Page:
Q: So when did you begin as a journalist?
A: I began seeing myself as a freelance writer sometime around October 2010. I had just finished grad school and finished working for Census 2010 and the only thing I knew is that I had been living at home for over a year and wanted to move to a different city, but didn't really have a plan in place. I didn't know what I was going to do next at all which rendered me pretty unproductive on the job front, the moving front, and, truth be told, the doing anything front. I was immersing myself in the fall TV schedule and noticed one day that a writer who's name I recognized from the AV Club Podcast I downloaded (Noel Murray) popped up on the facebook queue for "people you might want to be friends with" (another blogger I met in cyberspace was a mutual friend).
I contacted Noel on a whim, and asked to be considered for a show they weren't reviewing at the time. I offered as a sample to post a review of "Raising Hope" within a couple hours of the show airing on my blog, so they could use that as a sample. He redirected me to the head editor who asked me to send him some samples. (Lesson: Find out who the editors are, and go after them. Even editors of websites that don't have highly-advertised open submissions policies [of which AV Club is a prime example] usually won't be able to resist a good idea if presented to them and IT NEVER HURTS TO ASK). The head editor of the TV site, eventually rejected me but took two weeks to do so, and in that span of two weeks, wanting to keep myself busy, I reached out for other opportunities, some of which eventually accepted me. Before I knew it, a couple doors to local newspapers and a couple other outlets on the web opened to me, that previously were shut. The opening of more and more doors and seeing new avenues for which I could make writing work for me has been rewarding.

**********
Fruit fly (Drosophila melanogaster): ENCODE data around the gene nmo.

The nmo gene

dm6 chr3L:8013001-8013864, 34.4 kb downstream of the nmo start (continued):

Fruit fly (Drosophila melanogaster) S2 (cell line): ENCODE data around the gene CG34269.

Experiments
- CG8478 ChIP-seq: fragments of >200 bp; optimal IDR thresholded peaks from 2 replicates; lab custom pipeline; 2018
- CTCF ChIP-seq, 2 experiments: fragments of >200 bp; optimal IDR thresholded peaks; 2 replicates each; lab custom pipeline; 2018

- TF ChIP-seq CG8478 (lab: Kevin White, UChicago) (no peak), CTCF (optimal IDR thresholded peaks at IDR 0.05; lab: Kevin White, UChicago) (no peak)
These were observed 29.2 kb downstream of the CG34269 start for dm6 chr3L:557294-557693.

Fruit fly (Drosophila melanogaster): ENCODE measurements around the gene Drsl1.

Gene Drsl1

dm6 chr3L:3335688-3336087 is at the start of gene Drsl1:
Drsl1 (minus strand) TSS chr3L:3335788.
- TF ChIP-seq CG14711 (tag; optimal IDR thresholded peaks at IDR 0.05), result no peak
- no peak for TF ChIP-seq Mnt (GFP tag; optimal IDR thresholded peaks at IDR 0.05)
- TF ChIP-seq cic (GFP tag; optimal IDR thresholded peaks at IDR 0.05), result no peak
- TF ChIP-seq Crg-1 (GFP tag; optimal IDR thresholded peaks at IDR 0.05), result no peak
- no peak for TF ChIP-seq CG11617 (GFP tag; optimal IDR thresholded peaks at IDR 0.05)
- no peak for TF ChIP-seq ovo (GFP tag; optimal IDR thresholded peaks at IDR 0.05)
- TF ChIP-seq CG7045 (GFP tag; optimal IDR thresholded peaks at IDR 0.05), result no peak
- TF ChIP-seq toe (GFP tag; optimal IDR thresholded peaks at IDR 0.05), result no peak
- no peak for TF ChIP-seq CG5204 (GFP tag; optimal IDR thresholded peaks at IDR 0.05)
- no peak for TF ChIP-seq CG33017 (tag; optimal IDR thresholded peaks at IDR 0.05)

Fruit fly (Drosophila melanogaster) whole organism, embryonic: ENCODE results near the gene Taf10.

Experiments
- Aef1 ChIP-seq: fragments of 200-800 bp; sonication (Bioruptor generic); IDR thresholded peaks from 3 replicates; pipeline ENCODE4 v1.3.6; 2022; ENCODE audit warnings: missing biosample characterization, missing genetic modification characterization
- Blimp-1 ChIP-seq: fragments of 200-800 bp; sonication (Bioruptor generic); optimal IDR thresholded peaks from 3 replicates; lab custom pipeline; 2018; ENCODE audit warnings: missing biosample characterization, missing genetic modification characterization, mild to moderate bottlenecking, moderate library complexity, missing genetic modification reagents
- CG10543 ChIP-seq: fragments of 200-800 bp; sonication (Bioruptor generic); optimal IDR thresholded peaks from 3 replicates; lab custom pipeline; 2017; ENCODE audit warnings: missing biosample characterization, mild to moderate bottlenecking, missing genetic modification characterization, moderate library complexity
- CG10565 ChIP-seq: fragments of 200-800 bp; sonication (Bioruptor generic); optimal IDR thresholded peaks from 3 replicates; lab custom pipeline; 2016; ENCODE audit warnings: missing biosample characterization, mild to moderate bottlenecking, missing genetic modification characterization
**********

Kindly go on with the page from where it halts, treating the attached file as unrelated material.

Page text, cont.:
Q: So did you write before that?
A: When I was a high school junior, I was looking to distinguish myself among a crowd of over achievers by doing something big and important. The opportunity came when I was at the local courthouse outside of a job fair.
Having never seen a county board meeting before, I was curious and went inside where I sat next to a reporter for a local paper. I asked him if they took interns and he gave me a card. I then got some bylines in the community newspaper while I was still in high school. This was kind of ironic because I wasn't on my school newspaper staff.
(Lesson learned: Now that I think about it, what led me to the courthouse that day is a curiosity to see and experience different things around me and that’s been a big part of both why I like journalism and why I’ve had any success with it.)
Q: So you’ve been doing journalism your whole life since then?
A: Not exactly. Journalism was one of a few things I was interested in when I arrived at college. In my first college, I took two or three journalism courses. That was my main formal education in the process which, make no mistake, has been pretty much the foundation through which I've gotten everything else. (Lesson learned: A little bit of formal education goes along way. One must definitely learn AP Style, the basic structure of a newspapers and the reasons behind why news stories get published in order to get published yourself). I tried to make a dent in the school paper without much success, before deciding on geography as a major. When I transferred to my second college, I was eager to take on a minor in journalism but discovered it had been abolished. I decided the best way to cope with my disappointment in these new surroundings was to reinvent myself and because I had messed around with writing movie reviews on imdb and had a strong interest in film history, I would take a minor in film studies.